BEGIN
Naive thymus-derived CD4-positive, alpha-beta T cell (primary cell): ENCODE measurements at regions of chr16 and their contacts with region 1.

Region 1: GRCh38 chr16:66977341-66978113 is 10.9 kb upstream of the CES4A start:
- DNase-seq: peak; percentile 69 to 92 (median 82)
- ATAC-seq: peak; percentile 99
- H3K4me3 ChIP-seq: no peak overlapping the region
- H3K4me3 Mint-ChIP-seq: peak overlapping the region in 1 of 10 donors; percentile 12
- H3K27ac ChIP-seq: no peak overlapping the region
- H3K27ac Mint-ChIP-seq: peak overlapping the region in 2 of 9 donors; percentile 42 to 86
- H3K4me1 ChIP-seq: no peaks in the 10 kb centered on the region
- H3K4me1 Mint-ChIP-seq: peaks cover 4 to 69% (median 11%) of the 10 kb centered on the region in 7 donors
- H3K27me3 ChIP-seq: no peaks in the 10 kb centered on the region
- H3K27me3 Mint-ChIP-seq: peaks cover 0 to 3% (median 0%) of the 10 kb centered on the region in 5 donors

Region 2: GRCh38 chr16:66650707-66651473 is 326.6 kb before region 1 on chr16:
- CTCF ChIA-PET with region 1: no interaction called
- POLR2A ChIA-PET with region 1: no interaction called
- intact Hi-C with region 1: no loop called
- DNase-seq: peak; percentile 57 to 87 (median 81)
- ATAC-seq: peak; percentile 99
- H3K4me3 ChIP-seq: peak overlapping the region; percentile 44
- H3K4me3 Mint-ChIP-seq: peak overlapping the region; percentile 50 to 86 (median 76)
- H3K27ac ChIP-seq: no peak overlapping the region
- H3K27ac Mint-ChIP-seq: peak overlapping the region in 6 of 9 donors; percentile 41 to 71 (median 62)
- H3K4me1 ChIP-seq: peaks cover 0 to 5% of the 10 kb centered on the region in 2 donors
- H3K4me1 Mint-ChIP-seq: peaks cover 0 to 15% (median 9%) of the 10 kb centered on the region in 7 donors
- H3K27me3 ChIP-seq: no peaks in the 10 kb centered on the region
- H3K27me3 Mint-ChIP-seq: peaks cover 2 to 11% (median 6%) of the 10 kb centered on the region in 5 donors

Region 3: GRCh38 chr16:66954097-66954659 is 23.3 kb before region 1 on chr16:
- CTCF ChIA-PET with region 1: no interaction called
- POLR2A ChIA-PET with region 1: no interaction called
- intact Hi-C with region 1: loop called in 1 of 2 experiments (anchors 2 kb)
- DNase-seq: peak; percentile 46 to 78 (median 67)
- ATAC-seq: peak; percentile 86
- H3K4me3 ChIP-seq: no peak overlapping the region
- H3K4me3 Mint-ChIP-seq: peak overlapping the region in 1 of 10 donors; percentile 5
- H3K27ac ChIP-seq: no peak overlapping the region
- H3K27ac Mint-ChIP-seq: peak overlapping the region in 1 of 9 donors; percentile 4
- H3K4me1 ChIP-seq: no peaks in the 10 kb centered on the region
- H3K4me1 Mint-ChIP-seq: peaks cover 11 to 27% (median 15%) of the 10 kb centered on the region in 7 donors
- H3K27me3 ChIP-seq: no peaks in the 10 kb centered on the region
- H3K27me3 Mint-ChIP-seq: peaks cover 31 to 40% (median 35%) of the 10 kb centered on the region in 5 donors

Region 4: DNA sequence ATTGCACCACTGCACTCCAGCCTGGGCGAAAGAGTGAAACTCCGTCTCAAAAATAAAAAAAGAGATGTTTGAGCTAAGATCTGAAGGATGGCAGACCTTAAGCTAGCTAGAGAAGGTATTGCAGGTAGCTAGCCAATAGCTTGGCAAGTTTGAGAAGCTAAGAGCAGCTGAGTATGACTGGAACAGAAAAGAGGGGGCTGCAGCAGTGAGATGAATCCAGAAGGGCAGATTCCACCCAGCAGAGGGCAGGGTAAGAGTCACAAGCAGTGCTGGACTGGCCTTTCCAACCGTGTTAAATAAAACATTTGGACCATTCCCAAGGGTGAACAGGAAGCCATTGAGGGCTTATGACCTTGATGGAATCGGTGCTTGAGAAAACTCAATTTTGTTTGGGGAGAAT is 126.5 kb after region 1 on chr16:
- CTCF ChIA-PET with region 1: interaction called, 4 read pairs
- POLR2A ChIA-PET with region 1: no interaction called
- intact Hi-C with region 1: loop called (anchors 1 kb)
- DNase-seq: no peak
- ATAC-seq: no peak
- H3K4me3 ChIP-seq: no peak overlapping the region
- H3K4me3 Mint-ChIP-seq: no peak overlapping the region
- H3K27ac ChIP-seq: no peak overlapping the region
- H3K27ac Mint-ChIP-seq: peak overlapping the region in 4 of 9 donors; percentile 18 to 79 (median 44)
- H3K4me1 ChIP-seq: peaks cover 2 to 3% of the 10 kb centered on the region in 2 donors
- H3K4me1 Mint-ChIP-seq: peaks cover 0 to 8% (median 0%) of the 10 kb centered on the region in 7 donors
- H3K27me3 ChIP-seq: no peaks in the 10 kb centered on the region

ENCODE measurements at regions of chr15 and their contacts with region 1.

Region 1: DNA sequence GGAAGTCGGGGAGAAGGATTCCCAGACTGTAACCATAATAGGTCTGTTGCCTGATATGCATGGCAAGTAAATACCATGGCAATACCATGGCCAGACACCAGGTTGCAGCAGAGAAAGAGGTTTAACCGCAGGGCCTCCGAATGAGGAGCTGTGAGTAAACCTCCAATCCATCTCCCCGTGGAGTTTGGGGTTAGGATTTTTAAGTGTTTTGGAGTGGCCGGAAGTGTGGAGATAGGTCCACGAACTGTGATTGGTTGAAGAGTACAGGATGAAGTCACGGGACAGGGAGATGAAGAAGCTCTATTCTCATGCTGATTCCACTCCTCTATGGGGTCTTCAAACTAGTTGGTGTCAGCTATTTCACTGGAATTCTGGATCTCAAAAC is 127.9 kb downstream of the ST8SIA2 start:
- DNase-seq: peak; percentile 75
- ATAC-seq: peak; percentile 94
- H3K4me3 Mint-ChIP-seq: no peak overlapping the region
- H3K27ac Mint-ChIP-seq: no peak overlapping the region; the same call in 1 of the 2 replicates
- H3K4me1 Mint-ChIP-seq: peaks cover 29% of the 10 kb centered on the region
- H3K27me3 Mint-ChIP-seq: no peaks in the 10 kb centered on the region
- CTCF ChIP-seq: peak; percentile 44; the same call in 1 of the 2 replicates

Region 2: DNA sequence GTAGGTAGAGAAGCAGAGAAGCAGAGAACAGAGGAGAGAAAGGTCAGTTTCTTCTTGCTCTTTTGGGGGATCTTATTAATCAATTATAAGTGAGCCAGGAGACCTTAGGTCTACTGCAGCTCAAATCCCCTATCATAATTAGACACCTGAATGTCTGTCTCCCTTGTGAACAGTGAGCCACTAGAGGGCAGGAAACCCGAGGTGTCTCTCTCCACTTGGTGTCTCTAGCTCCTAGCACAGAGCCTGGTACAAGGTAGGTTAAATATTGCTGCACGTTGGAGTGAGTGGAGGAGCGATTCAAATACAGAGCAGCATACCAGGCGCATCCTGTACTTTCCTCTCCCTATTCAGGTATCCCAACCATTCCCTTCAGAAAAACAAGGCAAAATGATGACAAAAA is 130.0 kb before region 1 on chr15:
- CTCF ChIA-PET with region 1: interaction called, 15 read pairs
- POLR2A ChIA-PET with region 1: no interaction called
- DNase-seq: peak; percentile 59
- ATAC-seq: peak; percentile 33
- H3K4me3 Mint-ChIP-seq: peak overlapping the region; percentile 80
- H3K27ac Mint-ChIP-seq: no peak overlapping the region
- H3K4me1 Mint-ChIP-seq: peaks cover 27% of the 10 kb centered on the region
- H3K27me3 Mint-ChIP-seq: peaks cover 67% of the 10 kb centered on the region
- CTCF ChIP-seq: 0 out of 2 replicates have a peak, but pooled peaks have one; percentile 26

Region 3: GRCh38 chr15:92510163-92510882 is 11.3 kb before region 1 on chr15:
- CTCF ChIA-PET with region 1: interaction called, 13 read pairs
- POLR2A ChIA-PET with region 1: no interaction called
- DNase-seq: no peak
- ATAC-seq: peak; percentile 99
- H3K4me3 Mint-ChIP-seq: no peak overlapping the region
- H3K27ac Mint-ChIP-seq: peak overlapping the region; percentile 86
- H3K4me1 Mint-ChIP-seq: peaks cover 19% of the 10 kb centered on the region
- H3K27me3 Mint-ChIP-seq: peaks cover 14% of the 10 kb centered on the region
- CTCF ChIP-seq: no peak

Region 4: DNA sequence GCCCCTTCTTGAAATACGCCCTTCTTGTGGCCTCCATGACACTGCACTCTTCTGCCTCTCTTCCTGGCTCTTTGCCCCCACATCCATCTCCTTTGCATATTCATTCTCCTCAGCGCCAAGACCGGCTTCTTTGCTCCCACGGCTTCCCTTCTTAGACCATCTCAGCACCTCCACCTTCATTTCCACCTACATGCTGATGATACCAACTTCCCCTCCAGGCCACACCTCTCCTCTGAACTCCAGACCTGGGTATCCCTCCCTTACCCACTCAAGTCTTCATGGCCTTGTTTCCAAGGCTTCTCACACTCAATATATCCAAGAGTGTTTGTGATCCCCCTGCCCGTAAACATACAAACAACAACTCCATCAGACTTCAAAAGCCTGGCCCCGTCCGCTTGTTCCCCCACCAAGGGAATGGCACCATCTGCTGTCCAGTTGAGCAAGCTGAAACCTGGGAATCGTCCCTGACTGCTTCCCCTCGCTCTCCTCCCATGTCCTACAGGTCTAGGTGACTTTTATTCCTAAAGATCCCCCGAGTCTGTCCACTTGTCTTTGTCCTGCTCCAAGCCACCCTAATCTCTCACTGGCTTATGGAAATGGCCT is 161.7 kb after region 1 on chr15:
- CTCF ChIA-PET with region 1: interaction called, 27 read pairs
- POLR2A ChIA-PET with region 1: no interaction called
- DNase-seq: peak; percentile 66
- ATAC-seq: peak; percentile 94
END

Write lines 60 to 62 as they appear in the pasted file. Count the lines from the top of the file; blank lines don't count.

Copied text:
- H3K4me1 Mint-ChIP-seq: peaks cover 29% of the 10 kb centered on the region
- H3K27me3 Mint-ChIP-seq: no peaks in the 10 kb centered on the region
- CTCF ChIP-seq: peak; percentile 44; the same call in 1 of the 2 replicates